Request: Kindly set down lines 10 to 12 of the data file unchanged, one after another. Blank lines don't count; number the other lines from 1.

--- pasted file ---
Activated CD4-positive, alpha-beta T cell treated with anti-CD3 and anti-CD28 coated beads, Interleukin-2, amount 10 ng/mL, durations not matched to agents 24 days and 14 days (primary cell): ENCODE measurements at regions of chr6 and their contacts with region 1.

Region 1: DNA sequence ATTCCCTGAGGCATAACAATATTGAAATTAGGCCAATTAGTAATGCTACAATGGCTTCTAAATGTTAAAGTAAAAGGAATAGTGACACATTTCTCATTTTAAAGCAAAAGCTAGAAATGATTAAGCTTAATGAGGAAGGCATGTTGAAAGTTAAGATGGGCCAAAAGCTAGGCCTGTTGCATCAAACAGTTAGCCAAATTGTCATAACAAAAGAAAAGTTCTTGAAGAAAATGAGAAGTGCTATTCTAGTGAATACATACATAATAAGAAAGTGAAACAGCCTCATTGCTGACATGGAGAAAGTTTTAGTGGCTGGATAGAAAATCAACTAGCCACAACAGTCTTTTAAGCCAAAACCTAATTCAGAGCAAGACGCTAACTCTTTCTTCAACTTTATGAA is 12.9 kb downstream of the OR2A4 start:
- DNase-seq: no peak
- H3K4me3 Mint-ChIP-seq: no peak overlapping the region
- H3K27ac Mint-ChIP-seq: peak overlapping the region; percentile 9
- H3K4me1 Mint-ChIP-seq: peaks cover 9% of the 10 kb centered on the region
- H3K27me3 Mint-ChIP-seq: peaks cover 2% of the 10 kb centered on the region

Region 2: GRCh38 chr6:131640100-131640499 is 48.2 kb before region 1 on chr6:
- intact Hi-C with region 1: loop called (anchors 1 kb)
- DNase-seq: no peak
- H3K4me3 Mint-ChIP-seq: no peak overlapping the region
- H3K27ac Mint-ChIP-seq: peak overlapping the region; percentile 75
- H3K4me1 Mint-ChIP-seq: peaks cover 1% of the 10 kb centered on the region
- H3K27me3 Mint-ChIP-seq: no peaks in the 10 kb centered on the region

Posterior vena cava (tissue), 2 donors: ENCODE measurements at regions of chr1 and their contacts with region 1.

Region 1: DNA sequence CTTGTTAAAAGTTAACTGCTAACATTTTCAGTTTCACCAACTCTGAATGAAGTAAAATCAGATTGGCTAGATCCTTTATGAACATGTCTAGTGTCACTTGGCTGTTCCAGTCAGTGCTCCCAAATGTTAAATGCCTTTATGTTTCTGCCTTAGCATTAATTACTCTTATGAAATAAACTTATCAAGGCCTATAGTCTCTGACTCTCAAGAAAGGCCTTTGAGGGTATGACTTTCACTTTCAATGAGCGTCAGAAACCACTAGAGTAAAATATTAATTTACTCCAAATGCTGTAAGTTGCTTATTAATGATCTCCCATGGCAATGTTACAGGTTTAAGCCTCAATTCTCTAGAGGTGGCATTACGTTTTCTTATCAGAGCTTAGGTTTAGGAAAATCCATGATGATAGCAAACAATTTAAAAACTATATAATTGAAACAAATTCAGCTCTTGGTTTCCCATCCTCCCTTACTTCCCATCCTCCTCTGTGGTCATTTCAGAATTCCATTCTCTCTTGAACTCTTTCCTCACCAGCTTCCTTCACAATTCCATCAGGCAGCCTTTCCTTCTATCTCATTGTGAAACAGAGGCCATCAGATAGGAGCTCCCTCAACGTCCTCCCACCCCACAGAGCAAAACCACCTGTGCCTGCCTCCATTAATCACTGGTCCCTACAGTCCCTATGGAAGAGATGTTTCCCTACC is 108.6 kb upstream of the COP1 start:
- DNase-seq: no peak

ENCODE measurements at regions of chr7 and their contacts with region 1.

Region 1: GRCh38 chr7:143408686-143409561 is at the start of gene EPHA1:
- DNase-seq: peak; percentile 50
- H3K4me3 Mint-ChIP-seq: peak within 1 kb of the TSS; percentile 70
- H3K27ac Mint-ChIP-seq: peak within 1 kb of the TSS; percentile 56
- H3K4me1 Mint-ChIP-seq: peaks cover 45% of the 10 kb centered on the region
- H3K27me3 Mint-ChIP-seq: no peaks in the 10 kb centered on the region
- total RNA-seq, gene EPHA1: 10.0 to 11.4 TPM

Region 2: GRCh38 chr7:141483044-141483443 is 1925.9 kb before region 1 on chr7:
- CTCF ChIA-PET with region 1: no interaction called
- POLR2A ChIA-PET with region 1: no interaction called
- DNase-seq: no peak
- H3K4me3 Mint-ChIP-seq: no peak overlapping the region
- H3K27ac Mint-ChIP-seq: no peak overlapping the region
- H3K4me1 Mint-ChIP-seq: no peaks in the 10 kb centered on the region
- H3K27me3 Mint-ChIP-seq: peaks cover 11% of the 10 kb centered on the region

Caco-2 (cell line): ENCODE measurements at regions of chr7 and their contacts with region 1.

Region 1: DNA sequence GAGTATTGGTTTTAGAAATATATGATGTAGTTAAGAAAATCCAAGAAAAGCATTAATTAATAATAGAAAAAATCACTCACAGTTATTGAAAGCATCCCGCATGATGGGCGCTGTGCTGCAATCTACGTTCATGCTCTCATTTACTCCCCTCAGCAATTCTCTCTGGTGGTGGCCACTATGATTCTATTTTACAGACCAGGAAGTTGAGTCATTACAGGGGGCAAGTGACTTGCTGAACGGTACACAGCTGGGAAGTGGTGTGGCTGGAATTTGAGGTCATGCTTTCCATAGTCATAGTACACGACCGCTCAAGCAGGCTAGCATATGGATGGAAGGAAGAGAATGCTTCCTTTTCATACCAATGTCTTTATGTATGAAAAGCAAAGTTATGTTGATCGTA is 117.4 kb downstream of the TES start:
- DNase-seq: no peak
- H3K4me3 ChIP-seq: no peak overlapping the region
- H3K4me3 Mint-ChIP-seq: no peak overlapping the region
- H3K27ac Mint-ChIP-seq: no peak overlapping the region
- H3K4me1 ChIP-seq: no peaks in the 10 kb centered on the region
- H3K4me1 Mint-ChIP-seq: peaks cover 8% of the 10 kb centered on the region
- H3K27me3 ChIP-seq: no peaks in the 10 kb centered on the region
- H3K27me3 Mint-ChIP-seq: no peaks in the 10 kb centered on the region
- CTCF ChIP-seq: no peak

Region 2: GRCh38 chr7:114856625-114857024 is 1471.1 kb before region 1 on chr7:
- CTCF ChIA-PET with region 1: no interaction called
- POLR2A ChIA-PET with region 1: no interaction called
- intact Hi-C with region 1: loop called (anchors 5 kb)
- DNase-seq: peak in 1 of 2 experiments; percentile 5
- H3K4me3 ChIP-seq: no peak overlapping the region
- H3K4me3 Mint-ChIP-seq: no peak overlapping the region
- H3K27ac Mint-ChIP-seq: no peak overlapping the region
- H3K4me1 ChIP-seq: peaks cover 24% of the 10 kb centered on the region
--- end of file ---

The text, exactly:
- DNase-seq: no peak
- H3K4me3 Mint-ChIP-seq: no peak overlapping the region
- H3K27ac Mint-ChIP-seq: peak overlapping the region; percentile 75